The Engineering Humanities

By MacKinnon, James C | ASEE Prism, April 1997 | Go to article overview

The Engineering Humanities


MacKinnon, James C, ASEE Prism


The basic goal of engineering education is to prepare graduates for effective and responsible careers as practicing professionals. Engineering design and sciences dominate the current curriculum, but the changing circumstances of modern practice compel us to better educate our students in the engineering humanities-the history, ethics, politics, economics, and legal and management aspects of the profession.

I'd like to propose that engineering schools add a core set of humanities courses-such as the following-to their curriculum:

* "Engineering in History" would introduce students to the profession through inquiry into a broad spectrum of engineering accomplishments and their role in human history. Selected themes from social, economic, and political history would provide the necessary background. Technology and Culture, the international journal of the Society for the History of Technology, provides an excellent resource for developing inquiry into engineering in history.

* "Professional Engineering Ethics" would be an extension of existing case-oriented ethics courses. This subject would delve into the foundations of moral philosophy, challenging students' personal commitment to professional responsibility and cultivating a sound background for ethical decision making. It would also provide an excellent opportunity to stimulate students' appreciation for the historical development of ideas.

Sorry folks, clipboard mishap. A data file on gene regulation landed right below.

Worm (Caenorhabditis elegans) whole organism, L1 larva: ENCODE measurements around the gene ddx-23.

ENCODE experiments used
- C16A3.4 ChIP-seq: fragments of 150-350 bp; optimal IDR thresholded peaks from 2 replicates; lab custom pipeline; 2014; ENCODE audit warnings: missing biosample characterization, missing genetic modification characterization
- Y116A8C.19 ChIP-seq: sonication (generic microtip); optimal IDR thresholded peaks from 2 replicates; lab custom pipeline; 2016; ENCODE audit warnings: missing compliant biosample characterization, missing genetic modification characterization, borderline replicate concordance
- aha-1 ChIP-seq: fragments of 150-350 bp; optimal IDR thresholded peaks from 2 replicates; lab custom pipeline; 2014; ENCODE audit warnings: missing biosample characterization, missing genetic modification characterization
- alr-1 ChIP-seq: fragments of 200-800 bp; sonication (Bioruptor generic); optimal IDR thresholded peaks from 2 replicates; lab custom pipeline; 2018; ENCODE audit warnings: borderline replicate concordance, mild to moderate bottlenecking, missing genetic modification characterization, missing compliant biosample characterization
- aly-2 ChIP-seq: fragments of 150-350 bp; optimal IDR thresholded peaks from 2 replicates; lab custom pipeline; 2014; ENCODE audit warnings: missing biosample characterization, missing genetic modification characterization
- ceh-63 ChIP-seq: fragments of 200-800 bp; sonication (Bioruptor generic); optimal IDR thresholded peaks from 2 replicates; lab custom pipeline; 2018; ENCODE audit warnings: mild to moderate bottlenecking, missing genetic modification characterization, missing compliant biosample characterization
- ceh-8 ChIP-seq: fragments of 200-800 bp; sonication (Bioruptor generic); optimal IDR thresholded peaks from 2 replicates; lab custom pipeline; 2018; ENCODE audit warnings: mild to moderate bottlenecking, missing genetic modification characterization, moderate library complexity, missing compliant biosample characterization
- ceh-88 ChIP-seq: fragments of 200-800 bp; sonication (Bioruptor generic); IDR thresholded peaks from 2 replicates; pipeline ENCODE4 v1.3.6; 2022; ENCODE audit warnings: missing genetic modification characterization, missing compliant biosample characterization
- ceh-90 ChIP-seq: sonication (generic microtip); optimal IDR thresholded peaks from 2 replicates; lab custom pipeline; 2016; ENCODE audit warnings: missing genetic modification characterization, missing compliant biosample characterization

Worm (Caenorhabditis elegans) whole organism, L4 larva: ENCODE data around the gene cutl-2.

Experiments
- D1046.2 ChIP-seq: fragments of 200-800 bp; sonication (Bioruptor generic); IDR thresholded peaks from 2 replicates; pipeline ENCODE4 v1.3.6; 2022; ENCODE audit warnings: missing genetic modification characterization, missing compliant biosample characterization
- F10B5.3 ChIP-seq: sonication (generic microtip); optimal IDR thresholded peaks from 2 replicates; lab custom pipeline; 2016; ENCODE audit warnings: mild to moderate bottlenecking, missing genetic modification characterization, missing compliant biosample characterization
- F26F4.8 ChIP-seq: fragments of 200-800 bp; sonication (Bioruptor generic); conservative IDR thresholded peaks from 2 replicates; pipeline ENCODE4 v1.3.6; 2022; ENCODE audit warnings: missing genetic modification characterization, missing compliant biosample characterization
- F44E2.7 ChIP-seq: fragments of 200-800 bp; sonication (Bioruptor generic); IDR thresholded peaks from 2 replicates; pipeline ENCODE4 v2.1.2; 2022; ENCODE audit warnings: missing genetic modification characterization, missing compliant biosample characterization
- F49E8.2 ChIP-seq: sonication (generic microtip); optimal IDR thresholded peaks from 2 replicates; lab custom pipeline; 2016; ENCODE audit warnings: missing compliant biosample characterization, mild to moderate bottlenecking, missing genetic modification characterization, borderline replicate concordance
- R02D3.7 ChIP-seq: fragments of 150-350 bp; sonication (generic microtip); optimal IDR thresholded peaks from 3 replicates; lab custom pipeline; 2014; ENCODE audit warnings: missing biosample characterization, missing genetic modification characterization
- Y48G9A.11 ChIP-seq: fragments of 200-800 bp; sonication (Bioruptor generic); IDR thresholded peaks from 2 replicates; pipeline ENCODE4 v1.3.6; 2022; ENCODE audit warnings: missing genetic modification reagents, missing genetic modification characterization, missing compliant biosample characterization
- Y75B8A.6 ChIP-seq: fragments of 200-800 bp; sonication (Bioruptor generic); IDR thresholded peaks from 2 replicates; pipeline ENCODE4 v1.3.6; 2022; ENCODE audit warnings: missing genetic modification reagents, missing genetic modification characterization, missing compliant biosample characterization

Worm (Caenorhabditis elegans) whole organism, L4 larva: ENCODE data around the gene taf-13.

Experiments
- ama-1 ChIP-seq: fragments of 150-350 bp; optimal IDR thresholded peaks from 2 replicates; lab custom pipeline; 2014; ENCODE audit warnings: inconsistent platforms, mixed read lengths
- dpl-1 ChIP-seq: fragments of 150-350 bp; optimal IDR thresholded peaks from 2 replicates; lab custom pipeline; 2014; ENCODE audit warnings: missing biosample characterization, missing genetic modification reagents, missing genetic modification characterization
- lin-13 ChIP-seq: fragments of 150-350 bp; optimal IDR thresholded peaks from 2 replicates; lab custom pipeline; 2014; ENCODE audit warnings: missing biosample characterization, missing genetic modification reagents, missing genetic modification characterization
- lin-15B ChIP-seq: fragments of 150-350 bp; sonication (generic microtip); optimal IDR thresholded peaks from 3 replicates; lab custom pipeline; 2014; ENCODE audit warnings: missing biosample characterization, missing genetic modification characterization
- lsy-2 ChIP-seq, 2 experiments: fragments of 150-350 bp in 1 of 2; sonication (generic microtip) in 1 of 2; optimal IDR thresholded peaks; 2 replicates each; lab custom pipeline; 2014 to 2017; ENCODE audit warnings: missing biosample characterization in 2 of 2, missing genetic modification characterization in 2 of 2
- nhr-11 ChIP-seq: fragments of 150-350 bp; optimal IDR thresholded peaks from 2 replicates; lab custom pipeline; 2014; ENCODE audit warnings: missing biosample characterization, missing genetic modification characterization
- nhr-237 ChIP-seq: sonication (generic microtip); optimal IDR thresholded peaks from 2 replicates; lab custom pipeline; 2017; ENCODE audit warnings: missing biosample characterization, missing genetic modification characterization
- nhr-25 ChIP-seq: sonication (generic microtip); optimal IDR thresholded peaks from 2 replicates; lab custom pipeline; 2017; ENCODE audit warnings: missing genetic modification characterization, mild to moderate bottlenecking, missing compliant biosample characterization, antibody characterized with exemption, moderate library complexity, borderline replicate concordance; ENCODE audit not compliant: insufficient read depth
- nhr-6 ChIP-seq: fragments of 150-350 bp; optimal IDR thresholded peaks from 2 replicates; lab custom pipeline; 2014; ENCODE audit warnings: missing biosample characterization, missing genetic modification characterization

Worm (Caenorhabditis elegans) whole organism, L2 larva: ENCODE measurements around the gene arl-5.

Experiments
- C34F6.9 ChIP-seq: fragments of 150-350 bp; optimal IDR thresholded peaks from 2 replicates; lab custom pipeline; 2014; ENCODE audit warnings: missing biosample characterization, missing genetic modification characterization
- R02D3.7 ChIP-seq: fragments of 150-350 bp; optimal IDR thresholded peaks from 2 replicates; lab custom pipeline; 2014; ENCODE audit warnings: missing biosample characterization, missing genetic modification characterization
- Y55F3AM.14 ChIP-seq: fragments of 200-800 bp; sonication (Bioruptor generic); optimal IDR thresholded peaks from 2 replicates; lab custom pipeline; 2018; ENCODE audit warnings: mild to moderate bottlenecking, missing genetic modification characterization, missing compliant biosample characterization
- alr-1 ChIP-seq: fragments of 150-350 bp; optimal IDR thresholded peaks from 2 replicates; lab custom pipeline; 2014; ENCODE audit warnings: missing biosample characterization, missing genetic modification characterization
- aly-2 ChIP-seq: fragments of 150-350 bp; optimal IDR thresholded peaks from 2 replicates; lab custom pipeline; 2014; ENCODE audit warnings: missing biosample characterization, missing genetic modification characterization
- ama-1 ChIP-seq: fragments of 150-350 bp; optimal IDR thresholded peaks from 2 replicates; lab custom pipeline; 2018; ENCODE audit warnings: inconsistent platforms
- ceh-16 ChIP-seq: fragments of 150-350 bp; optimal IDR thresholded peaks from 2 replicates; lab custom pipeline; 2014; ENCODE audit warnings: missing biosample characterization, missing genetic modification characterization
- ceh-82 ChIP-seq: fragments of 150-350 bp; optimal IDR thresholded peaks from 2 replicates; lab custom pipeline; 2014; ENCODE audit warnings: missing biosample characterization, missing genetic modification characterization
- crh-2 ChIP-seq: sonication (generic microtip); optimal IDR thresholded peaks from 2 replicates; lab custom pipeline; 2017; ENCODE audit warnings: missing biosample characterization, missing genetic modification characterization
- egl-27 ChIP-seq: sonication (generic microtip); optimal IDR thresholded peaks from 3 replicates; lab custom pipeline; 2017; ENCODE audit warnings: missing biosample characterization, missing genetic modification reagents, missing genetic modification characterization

* "Engineering, Law, and Politics" would focus upon developing a fundamental understanding of the contemporary social and political milieu in which professional engineering must function. Study in this subject might begin with a historical introduction to political philosophy, followed by a review of the modern political process and jurisprudence fundamentals. The course would conclude with an examination of legal matters related directly to engineering practice, for example industrial regulations and contracts.

* "Engineering Economics and Management" would be the capstone of the core curriculum. Building upon knowledge and experience from the previous three subjects, the course would focus on preparation for entry into the profession. Critical inquiries in this subject area might focus upon selected themes from political economy and economic policy; basic principles of economics, social dynamics, and organizations; and psychology of personal and industrial relations. …

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The Engineering Humanities
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